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Truly Healthy Now by David Philip Leasure

Truly Healthy Now by David Philip Leasure

Like many military members, David Léasure was devoted to his fitness routine. When he joined the Navy straight from high school in 2011, the first thing he did with his paycheck was to join an online exercise program. He adhered to the meal plans, took all the supplements he was supposed to, and generally saw the results he wanted through hours at the gym. What Is It That Crumbles Away and Makes Us Give Up? Despite being physically bigger and generally healthier, he began to wonder why he was doing it all. But looking better through all the time spent lifting weights wasn't making him any happier, and it certainly wasn't enough to make him get out of bed early in the morning. "What is it that crumbles away and makes us give up?" Léasure writes in his book, "Truly Healthy Now." "It's our foundations or lack thereof. When a weak foundation falls away, you have to have the courage to build a new, stronger one. We do things for all the wrong reasons: we're told to eat better, look...

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The Twins Platoons by Christy W. Sauro Jr.

The Twins Platoons by Christy W. Sauro Jr.

As a symbol of patriotism and public support during a time when anti-Vietnam war sentiments were growing, the Minnesota Twins baseball team and Marine Corps recruiters in the Minneapolis - St. Paul area came up with the idea of the team sponsoring a recruit platoon to be named the 'Twins Platoon." A letter sent out to area Marine recruits informed them they would be sworn in on TV at pregame ceremonies the night of June 28, 1967. Among those receiving the letter was the author, Christy Sauro Jr. On the designated night, over one hundred young men and four young women stood in the open field in a casually fashioned "civilian" formation and were sworn in. By the end of the sixth inning, the new recruits were hustled out to waiting buses, sped away to the World Chamberlain Field Airport, boarded an American Flyers chartered flight, lifted off the Minneapolis runway and flew into the blackened night for San Diego. Before dawn the next day, the recruits of the Twins Platoon were standing...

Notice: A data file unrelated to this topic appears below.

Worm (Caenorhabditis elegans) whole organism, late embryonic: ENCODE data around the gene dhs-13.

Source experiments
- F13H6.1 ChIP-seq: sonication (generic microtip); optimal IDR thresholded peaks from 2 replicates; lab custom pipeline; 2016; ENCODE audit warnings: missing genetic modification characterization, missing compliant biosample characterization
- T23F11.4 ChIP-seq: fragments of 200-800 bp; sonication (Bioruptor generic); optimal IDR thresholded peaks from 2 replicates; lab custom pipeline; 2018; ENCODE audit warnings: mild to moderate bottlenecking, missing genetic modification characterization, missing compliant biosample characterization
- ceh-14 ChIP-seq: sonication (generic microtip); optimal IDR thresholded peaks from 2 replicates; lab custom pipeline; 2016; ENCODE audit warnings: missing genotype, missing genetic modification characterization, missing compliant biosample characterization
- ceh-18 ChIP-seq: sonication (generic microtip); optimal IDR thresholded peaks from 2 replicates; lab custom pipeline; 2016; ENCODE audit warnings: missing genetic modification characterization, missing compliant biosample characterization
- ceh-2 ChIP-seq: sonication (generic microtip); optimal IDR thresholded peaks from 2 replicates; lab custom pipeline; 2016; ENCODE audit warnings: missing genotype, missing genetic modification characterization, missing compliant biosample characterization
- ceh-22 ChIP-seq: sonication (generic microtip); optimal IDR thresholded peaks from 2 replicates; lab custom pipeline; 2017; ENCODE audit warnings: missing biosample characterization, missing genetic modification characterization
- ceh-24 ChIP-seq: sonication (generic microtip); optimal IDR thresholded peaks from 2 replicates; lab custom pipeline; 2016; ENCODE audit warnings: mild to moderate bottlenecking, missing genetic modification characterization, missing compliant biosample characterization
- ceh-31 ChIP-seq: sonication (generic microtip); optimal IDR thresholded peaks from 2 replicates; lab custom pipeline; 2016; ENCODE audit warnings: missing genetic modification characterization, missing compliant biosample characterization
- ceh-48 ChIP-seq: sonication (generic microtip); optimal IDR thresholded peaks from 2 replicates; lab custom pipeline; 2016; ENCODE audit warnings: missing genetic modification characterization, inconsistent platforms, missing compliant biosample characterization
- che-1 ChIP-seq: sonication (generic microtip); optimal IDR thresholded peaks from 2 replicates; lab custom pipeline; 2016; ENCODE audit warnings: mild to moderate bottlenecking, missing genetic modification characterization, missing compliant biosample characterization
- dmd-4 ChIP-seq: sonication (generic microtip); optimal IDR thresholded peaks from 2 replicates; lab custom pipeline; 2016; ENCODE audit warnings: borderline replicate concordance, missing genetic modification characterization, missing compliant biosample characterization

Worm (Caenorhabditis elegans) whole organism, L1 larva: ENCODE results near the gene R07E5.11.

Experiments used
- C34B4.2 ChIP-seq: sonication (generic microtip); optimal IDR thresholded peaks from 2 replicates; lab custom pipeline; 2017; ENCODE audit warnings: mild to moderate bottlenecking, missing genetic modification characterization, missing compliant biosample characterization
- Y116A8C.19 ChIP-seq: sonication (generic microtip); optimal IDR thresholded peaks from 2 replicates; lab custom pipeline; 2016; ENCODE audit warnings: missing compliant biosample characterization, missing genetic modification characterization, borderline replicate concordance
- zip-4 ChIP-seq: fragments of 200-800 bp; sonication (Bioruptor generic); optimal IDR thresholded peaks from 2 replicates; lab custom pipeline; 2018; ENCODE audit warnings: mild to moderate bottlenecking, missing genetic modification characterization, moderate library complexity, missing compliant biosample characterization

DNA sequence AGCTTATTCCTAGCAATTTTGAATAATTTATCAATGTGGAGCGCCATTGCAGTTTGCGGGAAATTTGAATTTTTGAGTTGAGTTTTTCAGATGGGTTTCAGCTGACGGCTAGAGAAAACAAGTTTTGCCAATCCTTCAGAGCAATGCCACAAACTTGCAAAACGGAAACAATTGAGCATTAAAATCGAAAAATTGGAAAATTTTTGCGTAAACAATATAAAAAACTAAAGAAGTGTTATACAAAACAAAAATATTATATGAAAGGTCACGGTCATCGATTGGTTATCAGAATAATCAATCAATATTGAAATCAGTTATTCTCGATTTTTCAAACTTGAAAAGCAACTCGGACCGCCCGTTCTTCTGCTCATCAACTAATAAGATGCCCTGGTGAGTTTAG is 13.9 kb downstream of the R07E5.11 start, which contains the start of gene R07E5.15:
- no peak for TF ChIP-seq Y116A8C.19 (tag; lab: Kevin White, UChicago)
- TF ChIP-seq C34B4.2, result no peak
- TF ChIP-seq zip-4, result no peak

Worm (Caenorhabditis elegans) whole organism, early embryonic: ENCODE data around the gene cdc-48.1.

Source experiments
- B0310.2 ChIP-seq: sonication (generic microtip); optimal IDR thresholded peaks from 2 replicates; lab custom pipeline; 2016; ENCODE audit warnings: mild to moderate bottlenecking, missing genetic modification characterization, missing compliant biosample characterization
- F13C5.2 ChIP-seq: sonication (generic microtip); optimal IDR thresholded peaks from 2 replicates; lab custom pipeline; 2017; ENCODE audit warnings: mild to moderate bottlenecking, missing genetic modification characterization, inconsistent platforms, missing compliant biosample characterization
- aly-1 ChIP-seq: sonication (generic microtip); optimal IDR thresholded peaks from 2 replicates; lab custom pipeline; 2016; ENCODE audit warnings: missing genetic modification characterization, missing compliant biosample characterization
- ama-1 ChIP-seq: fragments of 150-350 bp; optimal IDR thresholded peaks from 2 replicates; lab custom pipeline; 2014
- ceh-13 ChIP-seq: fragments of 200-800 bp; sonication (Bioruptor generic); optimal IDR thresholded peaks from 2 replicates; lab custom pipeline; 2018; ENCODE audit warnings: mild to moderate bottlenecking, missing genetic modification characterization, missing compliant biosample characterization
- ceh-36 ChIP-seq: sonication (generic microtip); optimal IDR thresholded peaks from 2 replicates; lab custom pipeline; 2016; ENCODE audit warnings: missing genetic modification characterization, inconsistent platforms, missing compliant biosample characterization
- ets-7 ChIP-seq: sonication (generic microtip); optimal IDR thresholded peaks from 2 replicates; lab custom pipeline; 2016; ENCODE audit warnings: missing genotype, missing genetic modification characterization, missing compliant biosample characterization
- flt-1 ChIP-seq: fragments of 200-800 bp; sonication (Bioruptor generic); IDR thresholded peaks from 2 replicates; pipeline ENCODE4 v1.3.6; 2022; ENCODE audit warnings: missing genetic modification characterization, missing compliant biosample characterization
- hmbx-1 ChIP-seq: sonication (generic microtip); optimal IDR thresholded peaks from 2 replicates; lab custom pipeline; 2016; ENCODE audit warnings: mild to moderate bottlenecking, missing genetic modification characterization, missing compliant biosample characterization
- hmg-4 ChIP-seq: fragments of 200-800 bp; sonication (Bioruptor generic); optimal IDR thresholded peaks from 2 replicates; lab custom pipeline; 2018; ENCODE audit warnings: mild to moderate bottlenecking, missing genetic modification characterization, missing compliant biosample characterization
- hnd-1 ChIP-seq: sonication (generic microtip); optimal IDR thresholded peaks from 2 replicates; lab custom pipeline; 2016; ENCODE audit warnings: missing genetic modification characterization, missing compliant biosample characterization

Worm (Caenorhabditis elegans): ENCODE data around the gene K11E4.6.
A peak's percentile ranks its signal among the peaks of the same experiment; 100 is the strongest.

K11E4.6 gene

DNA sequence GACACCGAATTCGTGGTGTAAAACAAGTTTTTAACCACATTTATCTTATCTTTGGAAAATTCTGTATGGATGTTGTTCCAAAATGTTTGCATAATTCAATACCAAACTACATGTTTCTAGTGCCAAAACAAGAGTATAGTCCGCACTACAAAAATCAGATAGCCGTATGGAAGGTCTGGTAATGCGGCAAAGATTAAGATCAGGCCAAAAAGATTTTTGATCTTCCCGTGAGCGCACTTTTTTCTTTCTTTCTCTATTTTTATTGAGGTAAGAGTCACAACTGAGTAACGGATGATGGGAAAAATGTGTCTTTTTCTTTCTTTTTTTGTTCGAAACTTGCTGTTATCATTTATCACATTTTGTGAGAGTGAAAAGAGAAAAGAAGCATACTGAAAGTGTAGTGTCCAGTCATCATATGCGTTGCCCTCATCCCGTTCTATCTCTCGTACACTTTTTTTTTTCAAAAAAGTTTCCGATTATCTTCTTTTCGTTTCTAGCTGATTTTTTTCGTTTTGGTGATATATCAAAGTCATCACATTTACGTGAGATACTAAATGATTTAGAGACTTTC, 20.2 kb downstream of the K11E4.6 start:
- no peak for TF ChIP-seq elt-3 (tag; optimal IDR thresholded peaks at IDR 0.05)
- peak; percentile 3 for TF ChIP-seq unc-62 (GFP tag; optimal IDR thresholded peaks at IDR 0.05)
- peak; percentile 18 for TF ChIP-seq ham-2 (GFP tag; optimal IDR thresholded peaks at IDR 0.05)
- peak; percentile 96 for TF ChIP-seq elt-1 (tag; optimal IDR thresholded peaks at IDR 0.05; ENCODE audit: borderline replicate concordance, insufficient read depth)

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Restless Hearts by Dennis Baker

Restless Hearts by Dennis Baker

Dennis Baker fictional novel takes the reader into a highly detailed, realistic setting that is invaded by something that breaks the rules of our real-world - five fallen warriors get a chance to return home as they search for closure to their unfinished lives. Using the names of real live heroes who once fought for our country beginning with WWI to the current day, Baker's story takes us to the depths of our emotion of sorrow for those who are gone and joy for the outcome of the choices in their journeys to their past lives. The main character is Pete Baker, a Navy SEAL, and his teammate Lt. Frankie Leonardo, who is killed in Afghanistan. Escorting Frankie's body back to the United States, the plane runs into extremely turbulent weather, causing Pete to get knocked out for the entire 10-hour trip. That's when Frankie reappears and takes Pete on an adventure to Arlington Cemetery, where they meet warriors killed in all of America's wars. From the hundreds gather there, Pete chooses...